Almost every 2020 Democratic contender for president has put out a plan for how they will tackle climate change. Some of these plans are quite robust and thorough, dealing with how to transition the economy to cleaner energy, invest in new technologies, and help fossil fuel workers who might lose their jobs in the process.
But few have addressed one of the thorniest challenges of climate change: the fact that many Americans are being or will be forced out of their homes because of severe flooding, wildfires, or other events exacerbated by warming. It’s an expensive proposition to relocate them, and we don’t have a good track record of getting it right.
However, at the December Democratic debate, the seven presidential candidates on the stage were put on the spot. Here’s how moderator Tim Alberta, chief political correspondent at Politico, posed the question of climate relocation at the sixth official debate for 2020 Democratic presidential candidates in Los Angeles:
Many scientists say that even if the US reduced its carbon footprint to zero by the year 2050, the damage will have been done. Climate change will have made certain places in the US unlivable. Knowing this, would you support a new federal program to subsidize the relocation of American families and businesses away from places like Miami or Paradise, California, perhaps, Davenport, Iowa, because we know these places will be hit time and time again?
Vermont Sen. Bernie Sanders avoided the question. “It is not an issue of relocating people in towns,” he said. “The issue now is whether we save the planet for our children and our grandchildren.”
Entrepreneur Andrew Yang was the only candidate to take it head on. “First, we should obviously be paying to relocate Americans away from places that are hit by climate change. We’re already doing it,” he said. “Part of my plans literally call for moving people to higher ground because that’s what we need to do.”
In his climate plan, he calls for $40 billion in grants, loans, and subsidies to relocate people in vulnerable areas. It’s something that other candidates are reluctant to talk about in such blunt terms, as Vox’s Dylan Matthews observed:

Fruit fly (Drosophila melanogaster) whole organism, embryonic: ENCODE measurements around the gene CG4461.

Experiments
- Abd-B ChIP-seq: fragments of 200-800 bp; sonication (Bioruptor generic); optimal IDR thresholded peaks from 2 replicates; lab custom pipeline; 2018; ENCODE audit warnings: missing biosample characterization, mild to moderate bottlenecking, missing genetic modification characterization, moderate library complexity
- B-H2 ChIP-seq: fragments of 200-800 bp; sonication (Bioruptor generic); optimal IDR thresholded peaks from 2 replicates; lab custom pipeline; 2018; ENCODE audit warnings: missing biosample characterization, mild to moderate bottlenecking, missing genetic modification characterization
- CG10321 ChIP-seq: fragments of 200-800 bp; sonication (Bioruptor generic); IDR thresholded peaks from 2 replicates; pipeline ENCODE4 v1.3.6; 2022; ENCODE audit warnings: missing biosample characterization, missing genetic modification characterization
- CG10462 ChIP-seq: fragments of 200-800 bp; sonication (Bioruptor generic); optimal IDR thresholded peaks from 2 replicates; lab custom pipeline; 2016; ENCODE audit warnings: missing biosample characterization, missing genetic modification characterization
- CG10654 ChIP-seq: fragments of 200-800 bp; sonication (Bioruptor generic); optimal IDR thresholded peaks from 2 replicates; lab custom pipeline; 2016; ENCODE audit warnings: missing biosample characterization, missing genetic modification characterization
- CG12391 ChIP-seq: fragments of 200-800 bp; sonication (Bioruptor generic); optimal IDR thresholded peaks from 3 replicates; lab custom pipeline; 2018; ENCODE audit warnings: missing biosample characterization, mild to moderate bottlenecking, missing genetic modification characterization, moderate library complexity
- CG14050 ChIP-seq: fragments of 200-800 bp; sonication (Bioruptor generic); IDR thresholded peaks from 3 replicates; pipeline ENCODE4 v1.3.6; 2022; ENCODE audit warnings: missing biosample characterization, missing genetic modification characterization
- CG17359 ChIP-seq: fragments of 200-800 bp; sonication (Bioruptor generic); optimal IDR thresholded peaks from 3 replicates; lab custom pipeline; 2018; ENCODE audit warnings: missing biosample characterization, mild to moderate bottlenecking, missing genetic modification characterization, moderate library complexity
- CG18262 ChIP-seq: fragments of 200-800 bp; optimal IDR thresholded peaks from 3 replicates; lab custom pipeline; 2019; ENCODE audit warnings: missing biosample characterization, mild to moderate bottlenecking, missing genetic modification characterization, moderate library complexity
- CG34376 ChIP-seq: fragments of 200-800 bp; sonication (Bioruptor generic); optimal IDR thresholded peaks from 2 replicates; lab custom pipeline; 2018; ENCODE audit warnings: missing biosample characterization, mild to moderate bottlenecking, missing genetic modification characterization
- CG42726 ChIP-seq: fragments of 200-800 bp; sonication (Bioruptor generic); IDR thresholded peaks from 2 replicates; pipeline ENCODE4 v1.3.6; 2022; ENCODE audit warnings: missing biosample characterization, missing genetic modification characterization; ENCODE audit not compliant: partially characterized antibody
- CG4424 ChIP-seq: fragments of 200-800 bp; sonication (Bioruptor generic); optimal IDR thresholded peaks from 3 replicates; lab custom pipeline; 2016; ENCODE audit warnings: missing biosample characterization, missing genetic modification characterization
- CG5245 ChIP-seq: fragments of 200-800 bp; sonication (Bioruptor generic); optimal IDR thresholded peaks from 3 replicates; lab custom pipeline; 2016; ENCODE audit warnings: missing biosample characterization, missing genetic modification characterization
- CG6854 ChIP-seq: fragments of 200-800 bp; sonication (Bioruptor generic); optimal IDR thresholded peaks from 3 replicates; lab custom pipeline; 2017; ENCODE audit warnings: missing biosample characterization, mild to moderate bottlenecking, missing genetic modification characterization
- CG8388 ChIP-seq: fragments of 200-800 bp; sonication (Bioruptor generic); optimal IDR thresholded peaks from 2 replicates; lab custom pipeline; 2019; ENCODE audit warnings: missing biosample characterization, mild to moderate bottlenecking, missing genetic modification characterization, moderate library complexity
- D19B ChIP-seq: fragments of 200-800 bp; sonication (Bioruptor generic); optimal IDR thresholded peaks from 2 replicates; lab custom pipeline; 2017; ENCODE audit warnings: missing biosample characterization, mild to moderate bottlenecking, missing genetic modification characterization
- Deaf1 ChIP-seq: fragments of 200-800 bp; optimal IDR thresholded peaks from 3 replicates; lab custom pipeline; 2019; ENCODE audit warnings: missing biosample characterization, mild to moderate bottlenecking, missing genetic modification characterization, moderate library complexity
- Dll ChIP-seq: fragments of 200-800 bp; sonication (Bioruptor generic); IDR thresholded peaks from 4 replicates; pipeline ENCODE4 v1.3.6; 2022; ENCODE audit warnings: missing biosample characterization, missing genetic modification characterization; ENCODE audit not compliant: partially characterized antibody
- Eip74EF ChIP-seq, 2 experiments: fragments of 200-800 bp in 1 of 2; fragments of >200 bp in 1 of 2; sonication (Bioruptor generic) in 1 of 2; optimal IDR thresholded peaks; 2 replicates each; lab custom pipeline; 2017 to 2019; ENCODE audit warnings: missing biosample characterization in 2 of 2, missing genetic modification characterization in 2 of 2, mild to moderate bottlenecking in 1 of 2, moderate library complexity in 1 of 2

This is an unusual posture for a campaign, simply due to how bleak it is. Part of the political logic of a Green New Deal involves thinking of climate action as a hopeful possibility that brings with it jobs, investment, and a better quality of life. Yang is arguing, instead, that we have to accept that climate change is already having an impact and has to be accommodated as well as mitigated.
As the risks of coastal flooding and wildfires grow steeper, the idea of a managed retreat of homes, businesses, and infrastructure from vulnerable areas toward safer regions becomes a more urgent option to consider. And as the damage from these threats gets higher, it may be the only option.
Americans have already been forced to relocate from areas like Isle de Jean Charles in Louisiana due to sea level rise. But the government has been helping them in a haphazard way, often with emergency provisions under Federal Emergency Management Agency, rather than with a coordinated proactive strategy.
Yes, it’s still possible to limit warming, and it will require aggressive cuts in greenhouse gas emissions to avoid the worst-case scenarios. But there are impacts of climate change that are already baked in — cities like Miami are already facing high-tide flooding, for instance.
About 40 percent of the US population lives in a coastal county, so millions more will feel the ripple effects of sea-level rise alone. Add to that the jobs and lives that will face irreversible changes from persistent heat waves, wildfires, and drought, and you have huge pressure on the next president to figure whether people in these areas should stay and rebuild or preemptively pull back.
Telling people where they can and can’t live is a huge political challenge, one that’s bound to cause enormous headaches for the next White House. But the problem will only get worse, and the other candidates need better answers.